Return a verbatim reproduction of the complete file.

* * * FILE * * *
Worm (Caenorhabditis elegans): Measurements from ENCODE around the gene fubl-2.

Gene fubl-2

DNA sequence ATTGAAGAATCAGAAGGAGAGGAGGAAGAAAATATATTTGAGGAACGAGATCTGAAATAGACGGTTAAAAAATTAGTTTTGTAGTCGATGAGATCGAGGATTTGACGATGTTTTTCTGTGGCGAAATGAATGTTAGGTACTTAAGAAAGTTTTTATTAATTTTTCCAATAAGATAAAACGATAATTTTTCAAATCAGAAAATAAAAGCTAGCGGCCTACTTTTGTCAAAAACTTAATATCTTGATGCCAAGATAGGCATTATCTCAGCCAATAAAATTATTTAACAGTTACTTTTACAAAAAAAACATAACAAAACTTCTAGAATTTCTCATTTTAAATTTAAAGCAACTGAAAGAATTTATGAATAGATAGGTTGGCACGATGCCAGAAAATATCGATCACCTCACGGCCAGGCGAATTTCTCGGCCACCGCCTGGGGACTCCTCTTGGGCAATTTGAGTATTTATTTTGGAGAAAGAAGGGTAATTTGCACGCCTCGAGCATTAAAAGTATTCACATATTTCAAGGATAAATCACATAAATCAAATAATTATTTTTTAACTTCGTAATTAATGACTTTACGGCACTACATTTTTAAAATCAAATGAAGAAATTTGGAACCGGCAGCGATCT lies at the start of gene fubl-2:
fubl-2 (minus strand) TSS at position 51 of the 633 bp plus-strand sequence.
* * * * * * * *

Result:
Worm (Caenorhabditis elegans): Measurements from ENCODE around the gene fubl-2.

Gene fubl-2

DNA sequence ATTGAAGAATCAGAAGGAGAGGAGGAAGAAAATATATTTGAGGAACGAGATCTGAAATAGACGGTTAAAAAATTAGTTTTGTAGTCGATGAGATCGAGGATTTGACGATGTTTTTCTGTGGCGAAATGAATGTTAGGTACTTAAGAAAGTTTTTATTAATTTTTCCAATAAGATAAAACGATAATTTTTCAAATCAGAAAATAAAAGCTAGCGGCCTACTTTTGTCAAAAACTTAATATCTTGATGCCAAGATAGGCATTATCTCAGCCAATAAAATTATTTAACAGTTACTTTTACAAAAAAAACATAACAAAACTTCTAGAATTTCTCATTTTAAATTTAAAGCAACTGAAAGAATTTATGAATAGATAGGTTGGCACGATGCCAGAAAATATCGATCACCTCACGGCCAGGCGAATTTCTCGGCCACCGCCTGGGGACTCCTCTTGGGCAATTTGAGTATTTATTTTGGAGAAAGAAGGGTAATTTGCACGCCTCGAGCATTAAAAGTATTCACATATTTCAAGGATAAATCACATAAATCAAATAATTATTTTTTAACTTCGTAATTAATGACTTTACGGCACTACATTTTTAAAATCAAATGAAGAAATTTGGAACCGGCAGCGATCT lies at the start of gene fubl-2:
fubl-2 (minus strand) TSS at position 51 of the 633 bp plus-strand sequence.